What is an audiogram?
After the complete hearing test, the audiologist will explain the results to you using an audiogram. So what is an audiogram?
It is a graph on which the audiologist illustrates your hearing ability. For each sound and frequency heard in the soundproof room, the professional indicates your hearing threshold, that is, the lowest and quietest sounds you can hear.
The audiologist uses these results to identify hearing loss and the degree of hearing loss. Hearing acuity between 0 and 25 dB is considered normal.
What does an audiogram show exactly?
When the audiologist presents the results, you will see two curves plotted on the graph—one for each ear.
The horizontal axis, going from left to right, depicts the sounds from low to high pitch, like the keys on a piano. These sound frequencies are measured in Hertz (Hz).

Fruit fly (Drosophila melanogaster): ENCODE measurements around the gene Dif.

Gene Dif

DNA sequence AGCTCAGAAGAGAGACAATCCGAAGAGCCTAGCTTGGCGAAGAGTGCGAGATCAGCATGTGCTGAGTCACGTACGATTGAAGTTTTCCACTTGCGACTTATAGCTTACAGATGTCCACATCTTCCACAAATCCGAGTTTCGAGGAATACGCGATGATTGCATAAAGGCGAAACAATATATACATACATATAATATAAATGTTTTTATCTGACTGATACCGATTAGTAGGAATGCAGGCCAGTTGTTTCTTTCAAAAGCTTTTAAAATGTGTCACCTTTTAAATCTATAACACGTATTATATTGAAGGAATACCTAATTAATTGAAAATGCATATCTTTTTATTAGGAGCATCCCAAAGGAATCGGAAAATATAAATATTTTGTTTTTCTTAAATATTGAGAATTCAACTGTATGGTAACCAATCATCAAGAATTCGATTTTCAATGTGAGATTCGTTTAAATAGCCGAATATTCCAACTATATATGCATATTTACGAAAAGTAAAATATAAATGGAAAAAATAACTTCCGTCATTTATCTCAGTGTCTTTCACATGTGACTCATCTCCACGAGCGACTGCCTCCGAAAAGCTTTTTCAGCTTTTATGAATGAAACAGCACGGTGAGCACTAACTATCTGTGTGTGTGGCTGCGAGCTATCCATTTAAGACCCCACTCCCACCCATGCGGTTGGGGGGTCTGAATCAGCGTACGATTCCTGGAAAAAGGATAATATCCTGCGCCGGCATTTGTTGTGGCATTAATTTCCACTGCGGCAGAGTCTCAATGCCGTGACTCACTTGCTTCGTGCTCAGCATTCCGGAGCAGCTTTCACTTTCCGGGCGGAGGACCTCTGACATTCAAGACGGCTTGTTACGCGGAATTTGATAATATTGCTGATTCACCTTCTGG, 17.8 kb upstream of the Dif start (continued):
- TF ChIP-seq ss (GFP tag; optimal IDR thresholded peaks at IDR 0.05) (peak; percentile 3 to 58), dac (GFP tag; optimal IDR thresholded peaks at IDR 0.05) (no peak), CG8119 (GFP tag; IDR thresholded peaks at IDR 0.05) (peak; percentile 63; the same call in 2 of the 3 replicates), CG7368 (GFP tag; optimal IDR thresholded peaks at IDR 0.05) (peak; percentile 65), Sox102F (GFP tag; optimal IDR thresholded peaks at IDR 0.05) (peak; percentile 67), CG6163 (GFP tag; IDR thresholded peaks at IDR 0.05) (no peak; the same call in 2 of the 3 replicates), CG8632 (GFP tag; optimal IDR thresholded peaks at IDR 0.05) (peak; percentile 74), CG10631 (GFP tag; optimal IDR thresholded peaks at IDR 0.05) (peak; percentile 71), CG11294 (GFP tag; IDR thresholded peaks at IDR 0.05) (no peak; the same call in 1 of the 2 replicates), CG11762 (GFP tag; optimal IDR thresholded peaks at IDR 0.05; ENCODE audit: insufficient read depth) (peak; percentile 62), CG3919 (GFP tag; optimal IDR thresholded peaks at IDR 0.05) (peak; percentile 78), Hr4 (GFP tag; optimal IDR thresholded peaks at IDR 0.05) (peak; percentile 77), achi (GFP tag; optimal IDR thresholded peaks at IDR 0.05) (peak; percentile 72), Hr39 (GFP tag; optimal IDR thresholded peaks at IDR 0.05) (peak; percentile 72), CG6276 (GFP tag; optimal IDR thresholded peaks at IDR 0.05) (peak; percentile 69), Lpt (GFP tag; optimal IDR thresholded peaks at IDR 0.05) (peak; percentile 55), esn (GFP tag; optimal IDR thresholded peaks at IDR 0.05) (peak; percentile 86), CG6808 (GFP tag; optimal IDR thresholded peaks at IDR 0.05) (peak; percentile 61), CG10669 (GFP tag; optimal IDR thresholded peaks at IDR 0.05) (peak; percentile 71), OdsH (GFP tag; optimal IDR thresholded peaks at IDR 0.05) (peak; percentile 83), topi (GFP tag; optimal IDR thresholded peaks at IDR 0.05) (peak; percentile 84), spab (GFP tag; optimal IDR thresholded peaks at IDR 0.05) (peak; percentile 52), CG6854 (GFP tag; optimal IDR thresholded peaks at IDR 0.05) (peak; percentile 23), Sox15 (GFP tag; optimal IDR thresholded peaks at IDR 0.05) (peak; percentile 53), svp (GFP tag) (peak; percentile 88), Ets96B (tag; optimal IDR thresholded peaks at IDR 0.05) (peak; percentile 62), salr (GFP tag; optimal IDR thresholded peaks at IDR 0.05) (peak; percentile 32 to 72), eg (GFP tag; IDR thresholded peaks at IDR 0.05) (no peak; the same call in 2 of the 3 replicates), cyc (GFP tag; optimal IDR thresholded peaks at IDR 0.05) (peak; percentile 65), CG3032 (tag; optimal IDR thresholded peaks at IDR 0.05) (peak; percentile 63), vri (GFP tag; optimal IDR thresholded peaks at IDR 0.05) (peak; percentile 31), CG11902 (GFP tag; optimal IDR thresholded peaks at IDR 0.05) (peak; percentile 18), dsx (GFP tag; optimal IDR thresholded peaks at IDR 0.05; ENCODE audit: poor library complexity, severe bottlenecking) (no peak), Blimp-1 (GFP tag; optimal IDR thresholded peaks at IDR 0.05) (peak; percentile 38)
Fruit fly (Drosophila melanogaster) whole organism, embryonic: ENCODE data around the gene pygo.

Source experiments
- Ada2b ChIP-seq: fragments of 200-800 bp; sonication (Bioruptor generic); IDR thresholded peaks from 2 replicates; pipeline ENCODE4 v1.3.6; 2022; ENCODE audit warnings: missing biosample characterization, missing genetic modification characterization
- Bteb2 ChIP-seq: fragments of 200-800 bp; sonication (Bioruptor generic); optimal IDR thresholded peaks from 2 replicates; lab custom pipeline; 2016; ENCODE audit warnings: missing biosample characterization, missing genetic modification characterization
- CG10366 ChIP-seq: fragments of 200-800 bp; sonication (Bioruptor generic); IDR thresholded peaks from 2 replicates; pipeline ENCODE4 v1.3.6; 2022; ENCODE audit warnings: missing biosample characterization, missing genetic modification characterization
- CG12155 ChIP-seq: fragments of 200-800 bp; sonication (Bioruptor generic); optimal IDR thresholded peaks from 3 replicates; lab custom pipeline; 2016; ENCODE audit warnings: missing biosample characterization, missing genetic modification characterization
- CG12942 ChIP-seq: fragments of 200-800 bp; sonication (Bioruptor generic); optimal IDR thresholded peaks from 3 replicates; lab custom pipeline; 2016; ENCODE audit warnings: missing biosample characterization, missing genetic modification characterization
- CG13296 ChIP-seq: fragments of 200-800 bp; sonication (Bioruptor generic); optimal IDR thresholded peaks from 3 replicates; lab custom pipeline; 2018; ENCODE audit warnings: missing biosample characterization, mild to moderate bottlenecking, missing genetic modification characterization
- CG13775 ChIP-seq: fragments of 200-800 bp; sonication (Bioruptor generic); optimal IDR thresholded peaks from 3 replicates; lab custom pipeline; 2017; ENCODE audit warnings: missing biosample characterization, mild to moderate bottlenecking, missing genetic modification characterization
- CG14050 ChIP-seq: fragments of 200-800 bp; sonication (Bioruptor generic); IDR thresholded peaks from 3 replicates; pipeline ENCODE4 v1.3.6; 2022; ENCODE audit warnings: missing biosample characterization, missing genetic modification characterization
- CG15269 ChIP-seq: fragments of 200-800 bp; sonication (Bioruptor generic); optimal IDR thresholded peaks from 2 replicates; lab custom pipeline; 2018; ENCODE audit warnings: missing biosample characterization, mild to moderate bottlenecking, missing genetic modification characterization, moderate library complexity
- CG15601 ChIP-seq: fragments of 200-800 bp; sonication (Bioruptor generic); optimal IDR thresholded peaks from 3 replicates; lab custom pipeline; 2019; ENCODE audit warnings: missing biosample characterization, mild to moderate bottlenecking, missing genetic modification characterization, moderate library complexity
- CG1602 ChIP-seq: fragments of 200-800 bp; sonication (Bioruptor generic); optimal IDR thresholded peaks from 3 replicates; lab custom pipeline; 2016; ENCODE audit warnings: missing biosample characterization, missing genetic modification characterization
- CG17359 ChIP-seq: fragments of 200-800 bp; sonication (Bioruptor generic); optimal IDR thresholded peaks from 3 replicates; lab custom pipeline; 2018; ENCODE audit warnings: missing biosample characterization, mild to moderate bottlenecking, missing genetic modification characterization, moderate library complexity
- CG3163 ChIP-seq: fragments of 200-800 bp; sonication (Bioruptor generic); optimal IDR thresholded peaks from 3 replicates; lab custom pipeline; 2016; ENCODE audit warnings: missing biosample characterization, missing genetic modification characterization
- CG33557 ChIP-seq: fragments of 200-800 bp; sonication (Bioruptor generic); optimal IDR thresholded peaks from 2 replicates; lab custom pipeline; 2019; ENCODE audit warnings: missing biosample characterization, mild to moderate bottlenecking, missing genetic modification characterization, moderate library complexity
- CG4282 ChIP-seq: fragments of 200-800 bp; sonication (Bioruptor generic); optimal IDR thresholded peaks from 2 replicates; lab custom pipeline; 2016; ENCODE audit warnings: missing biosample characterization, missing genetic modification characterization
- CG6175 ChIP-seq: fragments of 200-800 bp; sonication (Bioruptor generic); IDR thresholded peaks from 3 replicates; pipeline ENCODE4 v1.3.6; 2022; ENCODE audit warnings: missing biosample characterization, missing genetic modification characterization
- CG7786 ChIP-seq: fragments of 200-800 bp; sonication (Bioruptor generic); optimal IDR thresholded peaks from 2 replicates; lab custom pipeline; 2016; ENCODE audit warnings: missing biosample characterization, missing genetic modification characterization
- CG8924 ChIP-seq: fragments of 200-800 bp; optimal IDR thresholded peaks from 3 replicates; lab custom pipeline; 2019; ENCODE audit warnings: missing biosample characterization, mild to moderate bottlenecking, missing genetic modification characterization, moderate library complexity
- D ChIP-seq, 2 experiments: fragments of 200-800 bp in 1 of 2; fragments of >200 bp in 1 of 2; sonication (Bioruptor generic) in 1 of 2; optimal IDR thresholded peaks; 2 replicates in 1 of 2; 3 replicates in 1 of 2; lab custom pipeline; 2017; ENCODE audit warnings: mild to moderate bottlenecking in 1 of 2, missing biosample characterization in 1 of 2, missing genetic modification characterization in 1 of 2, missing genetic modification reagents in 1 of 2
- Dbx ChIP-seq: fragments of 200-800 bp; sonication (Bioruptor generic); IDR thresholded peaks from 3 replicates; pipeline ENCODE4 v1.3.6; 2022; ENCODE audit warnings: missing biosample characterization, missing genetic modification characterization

The vertical axis shows the volume (sound intensity), expressed in decibels (dB). The sounds near the top of the axis are weaker, and those near the bottom are louder.
Results in the grey area at the top of the graphs denote normal hearing. Anything falling in the white area indicates hearing loss. The more results there are in the bottom of the graph, the greater the loss of hearing.
What do the Xs and Os on the audiogram mean?
The audiologist indicates your hearing threshold for each intensity and frequency using an X (symbol for the left ear) and an O (for the right ear). There may also be small dots used to depict results from a past hearing test.
What else does the audiogram show?
The professional might also assess how well your inner ears are working. These results are shown with checkmarks. Instead of wearing headphones as in the usual hearing test, this exam is done with a bone conduction vibrator that is placed against your skull.
These are just brief explanations. Your audiologist will provide more details about your specific results and will be able to answer all your questions.